In response to an officer-involved shooting in Minnesota last week that left a concealed carry permit holder dead, the Loudoun County Sheriff’s Office out of Virginia offered some tips for gun owners if they are ever stopped by the police.
Tip #1: Know your local and state laws
The State of Virginia does not require you to inform a law enforcement officer you are carrying a concealed handgun, but we ask that you use your best judgement when you are interacting with police. (Code of Virginia 18.2-308.06)
Tip #2: Hands 10 & 2, Dome light on
The moment a law enforcement officer pulls you over s/he can and will notice any movement inside of your vehicle. We ask that you put your front windows down and remain calm with your hands on the steering wheel in plain sight, until the officer says its ok to reach for your license and registration.
Tip #3: Advise the Officer
Our recommendation is to let the officer know that you have a firearm on your person and its location. A phrase that is commonly used is: “Officer, I want you to know that I have a concealed handgun permit and currently have one on my person. How would you like me to proceed?”
Tip #4: Display Identification, move slow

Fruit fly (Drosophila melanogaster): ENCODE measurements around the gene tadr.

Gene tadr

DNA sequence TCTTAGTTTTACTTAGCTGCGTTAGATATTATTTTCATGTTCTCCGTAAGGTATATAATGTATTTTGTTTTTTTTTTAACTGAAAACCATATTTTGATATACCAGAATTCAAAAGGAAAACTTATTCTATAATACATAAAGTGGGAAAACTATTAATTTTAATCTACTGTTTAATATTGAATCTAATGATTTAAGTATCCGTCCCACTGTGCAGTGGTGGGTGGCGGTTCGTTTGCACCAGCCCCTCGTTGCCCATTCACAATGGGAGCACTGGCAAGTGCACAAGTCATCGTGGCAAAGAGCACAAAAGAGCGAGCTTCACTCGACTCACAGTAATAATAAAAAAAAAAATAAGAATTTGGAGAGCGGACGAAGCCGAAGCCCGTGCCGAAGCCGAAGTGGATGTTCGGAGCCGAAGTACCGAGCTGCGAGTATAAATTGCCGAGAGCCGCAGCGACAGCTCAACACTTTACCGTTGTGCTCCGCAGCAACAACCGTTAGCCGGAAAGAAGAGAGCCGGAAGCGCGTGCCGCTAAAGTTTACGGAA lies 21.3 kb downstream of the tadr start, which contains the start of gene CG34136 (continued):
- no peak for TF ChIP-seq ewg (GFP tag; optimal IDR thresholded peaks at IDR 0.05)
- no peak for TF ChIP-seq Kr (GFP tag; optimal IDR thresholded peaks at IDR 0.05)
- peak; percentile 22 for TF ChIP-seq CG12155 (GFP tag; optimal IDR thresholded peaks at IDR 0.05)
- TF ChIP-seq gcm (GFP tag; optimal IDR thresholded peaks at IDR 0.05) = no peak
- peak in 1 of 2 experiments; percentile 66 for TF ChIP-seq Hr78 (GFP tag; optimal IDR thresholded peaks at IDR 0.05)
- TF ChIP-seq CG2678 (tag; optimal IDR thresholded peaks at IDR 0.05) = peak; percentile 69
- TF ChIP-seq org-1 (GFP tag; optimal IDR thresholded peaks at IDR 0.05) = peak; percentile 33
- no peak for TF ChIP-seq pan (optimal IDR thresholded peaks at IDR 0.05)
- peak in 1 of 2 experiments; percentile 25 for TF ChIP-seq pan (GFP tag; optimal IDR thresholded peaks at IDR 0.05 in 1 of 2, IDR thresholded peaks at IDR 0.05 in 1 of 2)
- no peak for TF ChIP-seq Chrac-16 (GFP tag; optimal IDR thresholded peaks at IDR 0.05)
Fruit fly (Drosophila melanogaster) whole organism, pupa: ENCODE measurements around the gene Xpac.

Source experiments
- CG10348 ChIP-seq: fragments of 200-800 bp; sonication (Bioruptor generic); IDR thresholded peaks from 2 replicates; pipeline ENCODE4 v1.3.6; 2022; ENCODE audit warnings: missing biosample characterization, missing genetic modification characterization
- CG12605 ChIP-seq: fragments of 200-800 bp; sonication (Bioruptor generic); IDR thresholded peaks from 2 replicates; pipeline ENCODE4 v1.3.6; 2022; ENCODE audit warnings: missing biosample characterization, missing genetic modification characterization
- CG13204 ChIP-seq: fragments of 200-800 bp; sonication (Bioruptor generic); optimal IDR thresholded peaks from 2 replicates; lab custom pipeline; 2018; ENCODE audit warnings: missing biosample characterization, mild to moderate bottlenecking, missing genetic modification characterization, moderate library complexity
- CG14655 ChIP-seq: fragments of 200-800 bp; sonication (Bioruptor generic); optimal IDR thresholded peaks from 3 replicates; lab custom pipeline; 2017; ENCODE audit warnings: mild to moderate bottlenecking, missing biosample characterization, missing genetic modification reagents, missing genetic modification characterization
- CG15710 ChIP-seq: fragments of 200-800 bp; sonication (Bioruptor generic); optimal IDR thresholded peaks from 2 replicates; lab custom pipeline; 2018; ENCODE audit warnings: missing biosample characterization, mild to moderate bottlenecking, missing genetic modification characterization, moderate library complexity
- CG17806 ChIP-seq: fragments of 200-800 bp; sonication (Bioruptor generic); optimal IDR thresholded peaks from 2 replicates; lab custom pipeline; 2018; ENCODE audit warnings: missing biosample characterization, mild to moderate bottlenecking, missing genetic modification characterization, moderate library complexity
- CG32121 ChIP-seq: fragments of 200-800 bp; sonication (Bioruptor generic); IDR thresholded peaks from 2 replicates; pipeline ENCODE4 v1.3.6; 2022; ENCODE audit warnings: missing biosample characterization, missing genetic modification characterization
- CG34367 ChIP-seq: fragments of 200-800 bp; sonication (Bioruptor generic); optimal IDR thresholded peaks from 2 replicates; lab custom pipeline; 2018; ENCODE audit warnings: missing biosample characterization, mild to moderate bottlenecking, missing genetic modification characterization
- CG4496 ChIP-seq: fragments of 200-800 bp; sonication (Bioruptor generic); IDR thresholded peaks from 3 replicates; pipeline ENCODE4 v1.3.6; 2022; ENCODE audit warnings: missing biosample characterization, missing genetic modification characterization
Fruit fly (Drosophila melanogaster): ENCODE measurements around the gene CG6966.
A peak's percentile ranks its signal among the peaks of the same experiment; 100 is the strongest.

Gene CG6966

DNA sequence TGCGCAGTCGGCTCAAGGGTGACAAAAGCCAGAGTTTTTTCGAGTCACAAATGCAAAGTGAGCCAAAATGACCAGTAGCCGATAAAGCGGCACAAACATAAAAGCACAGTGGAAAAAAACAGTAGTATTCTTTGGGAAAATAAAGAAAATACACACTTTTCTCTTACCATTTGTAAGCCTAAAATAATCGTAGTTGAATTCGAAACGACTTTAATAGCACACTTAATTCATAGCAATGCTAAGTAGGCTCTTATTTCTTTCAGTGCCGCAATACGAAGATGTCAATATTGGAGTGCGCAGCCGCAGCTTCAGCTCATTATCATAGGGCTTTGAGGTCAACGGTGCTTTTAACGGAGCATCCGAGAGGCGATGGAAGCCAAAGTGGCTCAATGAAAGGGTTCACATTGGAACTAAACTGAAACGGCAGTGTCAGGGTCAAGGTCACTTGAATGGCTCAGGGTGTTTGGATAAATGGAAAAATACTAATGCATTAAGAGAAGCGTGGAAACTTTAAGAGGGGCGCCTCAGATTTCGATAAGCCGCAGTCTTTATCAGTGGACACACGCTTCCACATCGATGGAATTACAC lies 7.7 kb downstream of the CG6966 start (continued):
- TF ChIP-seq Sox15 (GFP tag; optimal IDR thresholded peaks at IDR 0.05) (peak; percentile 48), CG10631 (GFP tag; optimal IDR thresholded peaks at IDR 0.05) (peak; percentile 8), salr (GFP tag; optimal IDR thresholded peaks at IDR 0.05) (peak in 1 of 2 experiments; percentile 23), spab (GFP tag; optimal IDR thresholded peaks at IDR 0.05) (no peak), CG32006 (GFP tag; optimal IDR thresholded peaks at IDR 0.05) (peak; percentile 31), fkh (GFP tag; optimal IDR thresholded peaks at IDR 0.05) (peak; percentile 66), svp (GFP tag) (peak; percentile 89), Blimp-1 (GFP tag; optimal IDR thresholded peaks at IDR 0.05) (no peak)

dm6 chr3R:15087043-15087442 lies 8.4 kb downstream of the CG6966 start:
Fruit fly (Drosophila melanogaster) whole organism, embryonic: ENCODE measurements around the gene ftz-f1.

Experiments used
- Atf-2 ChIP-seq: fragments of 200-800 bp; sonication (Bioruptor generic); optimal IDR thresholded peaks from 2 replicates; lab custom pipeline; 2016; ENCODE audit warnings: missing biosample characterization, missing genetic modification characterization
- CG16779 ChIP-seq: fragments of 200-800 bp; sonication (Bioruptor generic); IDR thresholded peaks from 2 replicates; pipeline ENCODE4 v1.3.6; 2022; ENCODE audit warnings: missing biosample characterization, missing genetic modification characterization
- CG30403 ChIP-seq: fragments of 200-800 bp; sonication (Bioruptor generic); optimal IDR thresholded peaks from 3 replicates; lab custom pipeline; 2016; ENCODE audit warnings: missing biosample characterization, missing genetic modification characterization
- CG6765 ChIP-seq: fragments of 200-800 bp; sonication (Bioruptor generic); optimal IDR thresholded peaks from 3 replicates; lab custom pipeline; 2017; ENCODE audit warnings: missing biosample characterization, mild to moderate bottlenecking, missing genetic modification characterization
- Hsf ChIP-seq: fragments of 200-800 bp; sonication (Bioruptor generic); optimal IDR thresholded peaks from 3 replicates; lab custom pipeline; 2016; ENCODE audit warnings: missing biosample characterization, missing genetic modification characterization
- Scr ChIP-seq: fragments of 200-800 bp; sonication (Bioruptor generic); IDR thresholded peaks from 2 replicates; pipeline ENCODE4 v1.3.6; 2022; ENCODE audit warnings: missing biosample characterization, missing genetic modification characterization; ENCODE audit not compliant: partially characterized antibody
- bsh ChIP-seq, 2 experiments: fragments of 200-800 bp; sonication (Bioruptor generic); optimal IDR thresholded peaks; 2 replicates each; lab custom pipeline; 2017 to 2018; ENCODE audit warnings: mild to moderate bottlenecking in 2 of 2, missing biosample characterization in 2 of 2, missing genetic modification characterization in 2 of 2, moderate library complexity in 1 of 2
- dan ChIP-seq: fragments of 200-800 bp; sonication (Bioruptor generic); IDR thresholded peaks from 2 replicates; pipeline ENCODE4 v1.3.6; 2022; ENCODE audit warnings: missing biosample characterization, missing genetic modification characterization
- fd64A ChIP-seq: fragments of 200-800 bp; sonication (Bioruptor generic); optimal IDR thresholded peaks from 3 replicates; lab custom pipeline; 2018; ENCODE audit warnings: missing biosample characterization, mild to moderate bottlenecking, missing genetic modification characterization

Let the officer advise you when it is okay to reach for your license and registration. Remember move slow and again, before reaching for your driver’s license and permit, advise the officer of the location of your firearm. We ask that you provide your conceal handgun permit at the same time as your identification.
Tip #5: You are not being treated like a criminal
Remember the officer has no idea who you are and with the nature of the job, there are inherent risks associated with it. It’s better to be safe than sorry and because of this, we feel that the above information is relevant to drivers with concealed handguns and concealed handgun permits.
While the tips were offered in an effort to improve police relations and prevent future tragedies, the post was met with mixed reviews. Some Facebook users thanked the department for their efforts, while others ridiculed the department for what they perceived as a shift of responsibility.
Likewise, the Fairfax County Police Department previously produced a video aimed at better understanding – from an officer’s point of view – of what happens, or could happen, during a traffic stop.
[ Fox 5 ]